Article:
Pandemic-driven budget cuts increase safety risks for ocean cargo

Date: Wednesday, July 22, 2020
Source: Supply Chain Dive

Dive Brief:

  • Though shipping incidents, including fires, were down in aggregate in 2019, specific cargo threats, such as ship fires and machinery damage, rose in 2019 according to Allianz's 2020 Safety and Shipping Review released last week. Machinery damage is the most common incident type — up 5% in 2019 compared the previous year. Ship fires leading to total losses are on the rise, growing 13% year over year in 2019, though they still represent a minority of total losses. 
  • Ro-ro vessels continue to be among the most incident-prone. In 2019 there were 15 total losses of ro-ro vessels, with three out of four lost vessels sinking or wrecking. 
  • The number of incidents that fell short of total loss was up 20% year over year in 2019. One in three total losses took place in South China, Indochina, Indonesia and the Philippines — what Allianz called a "the global hot spot" for vessel loss due to the concentration of global trade and older vessels in the region. Three-quarters of the 41 lost ships sunk, while the remaining quarter were lost due to fire or explosion, wreck or grounding, collision with another vessel, or hull damage.

Dive Insight:

Alllianz warned the economic impacts of the coronavirus on shippers, carriers and workers will encourage cost-cutting, which often negatively affects safety. 

"We know from past downturns that crew and maintenance budgets are among the first areas that are cut," said Rahul Khanna, Global Head of Marine Risk Consulting at Allianz Global Corporate & Specialty, in the report, stating the importance of maintaining safety and maintenance budgets amid cost-cutting. 

Safety measures and conscientious maintenance protect people and cargo. Even on land, the pandemic has made claims of damaged containers and goods more likely — especially for high-value and temperature-sensitive cargo — because supply chain disruptions at various links have caused delays in usual operations.

Khanna suggested Internet of Things (IoT) technology could help actively monitoring some of these potential pitfalls and put more power and information in the hands of the shipper in the case of an insurance claim.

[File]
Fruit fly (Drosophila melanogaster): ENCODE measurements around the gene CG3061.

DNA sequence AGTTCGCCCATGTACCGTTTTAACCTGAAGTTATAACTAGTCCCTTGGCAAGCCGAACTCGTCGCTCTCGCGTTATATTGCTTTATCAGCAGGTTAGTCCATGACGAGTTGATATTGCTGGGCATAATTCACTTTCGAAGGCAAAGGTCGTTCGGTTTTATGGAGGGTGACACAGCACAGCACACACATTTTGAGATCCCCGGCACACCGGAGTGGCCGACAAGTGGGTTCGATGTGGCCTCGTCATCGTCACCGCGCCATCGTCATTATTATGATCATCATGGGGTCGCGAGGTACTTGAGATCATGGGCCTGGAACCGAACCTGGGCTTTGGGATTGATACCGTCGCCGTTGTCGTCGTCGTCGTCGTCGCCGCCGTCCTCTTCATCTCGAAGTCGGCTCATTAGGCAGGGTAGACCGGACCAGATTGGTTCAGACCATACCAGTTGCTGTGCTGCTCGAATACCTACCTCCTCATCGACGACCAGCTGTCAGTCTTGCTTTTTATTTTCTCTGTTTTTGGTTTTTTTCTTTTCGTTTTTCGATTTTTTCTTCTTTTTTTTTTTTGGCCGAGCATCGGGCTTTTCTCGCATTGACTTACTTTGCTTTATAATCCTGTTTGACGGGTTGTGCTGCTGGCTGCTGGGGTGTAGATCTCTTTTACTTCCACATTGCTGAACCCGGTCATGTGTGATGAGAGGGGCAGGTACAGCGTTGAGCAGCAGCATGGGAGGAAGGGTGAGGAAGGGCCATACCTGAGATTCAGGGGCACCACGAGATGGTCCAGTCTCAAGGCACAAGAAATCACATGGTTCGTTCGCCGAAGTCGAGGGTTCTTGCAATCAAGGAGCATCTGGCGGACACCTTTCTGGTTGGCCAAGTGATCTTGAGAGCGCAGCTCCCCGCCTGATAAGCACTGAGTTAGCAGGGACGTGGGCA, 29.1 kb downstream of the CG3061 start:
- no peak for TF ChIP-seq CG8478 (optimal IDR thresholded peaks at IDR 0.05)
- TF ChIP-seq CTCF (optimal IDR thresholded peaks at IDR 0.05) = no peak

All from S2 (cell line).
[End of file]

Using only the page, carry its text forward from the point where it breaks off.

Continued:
Along with most supply chains, parts and materials for ship maintenance have also experienced disruption, raising concern about problems at sea related to machinery damage — already the most common cause of shipping incidents over the last decade, according to the report. 

“The current situation is making it difficult for vessels to obtain essential spares and consumables, and carry out maintenance and repairs. This could have a detrimental effect on the safe operation of engines and machinery and potentially cause damage or breakdown, which in turn can lead to groundings or collisions,” said Khanna.

Lockdowns have also affected some inspection and servicing activities meant to ensure vessel safety. Technology may be able to help carriers shift to more predictive and preventative maintenance to reduce machinery damage, according to the report. 

All of these issues are exacerbated by the trend toward larger vessels across the cargo spectrum. 

A lower level of overall ocean traffic should bring the number of incidents down in aggregate. But operating during an economic downturn spurred on by a global pandemic may not bring a reduction in the likelihood that shippers will be affected by safety incidents or lost cargo in 2020.

 

Read from the original source.

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